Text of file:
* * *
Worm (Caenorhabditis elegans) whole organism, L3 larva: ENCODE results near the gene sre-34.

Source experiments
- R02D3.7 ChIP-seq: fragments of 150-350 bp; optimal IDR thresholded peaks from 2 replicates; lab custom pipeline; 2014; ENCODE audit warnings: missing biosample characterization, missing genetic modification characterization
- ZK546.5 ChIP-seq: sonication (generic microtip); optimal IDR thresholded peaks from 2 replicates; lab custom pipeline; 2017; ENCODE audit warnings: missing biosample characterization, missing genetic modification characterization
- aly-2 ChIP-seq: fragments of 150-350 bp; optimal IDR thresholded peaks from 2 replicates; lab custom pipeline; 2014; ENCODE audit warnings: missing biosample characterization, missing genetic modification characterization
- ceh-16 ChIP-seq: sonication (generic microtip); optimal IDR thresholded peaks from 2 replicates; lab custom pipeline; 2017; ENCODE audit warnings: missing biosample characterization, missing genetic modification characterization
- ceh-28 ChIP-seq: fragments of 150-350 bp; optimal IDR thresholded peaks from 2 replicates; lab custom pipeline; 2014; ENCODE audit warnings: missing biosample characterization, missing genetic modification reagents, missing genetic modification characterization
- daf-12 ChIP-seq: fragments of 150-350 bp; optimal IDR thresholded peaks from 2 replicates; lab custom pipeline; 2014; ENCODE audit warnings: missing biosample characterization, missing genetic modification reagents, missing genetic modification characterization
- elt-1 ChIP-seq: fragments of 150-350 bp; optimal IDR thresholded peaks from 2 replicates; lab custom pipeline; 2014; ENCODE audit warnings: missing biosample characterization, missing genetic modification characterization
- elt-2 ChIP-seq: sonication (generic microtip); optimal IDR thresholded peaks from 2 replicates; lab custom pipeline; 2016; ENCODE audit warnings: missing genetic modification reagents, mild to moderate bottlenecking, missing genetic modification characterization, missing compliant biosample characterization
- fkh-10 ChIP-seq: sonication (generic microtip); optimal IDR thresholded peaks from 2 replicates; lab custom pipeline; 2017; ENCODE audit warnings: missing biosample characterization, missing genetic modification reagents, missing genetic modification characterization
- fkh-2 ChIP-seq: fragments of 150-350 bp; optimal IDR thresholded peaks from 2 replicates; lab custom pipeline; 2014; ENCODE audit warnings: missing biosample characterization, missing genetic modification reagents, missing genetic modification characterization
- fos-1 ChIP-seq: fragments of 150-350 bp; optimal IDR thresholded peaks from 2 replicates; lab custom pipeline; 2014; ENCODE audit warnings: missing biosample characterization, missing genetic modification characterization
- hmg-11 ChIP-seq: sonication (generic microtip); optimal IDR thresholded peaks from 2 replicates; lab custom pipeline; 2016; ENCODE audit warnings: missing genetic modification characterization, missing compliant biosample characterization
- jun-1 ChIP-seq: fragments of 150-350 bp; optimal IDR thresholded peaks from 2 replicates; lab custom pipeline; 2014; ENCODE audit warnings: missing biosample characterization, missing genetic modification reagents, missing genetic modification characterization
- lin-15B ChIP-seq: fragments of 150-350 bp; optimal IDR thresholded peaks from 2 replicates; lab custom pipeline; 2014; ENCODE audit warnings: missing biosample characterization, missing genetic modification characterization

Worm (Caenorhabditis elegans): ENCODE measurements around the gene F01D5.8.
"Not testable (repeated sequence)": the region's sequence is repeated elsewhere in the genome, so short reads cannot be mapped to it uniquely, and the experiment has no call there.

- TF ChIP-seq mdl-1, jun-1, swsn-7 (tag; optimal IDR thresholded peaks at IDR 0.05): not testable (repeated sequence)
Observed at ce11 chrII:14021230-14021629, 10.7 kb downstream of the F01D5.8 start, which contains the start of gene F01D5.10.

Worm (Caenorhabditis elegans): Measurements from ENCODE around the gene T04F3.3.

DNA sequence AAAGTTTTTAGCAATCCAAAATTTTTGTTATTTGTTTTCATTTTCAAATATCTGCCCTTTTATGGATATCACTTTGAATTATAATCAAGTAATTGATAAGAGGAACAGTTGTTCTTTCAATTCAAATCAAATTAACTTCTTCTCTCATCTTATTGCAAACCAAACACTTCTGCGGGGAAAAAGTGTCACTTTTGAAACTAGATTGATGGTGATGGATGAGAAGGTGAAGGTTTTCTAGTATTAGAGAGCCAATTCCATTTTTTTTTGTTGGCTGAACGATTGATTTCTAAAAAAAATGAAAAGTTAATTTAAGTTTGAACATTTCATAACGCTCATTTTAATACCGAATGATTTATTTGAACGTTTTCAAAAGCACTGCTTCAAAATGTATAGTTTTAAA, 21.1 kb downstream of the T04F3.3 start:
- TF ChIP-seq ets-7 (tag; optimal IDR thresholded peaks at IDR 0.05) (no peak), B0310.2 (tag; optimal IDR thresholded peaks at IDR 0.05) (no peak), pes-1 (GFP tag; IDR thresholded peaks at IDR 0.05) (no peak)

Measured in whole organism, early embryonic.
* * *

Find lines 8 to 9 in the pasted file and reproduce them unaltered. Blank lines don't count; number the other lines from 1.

- daf-12 ChIP-seq: fragments of 150-350 bp; optimal IDR thresholded peaks from 2 replicates; lab custom pipeline; 2014; ENCODE audit warnings: missing biosample characterization, missing genetic modification reagents, missing genetic modification characterization
- elt-1 ChIP-seq: fragments of 150-350 bp; optimal IDR thresholded peaks from 2 replicates; lab custom pipeline; 2014; ENCODE audit warnings: missing biosample characterization, missing genetic modification characterization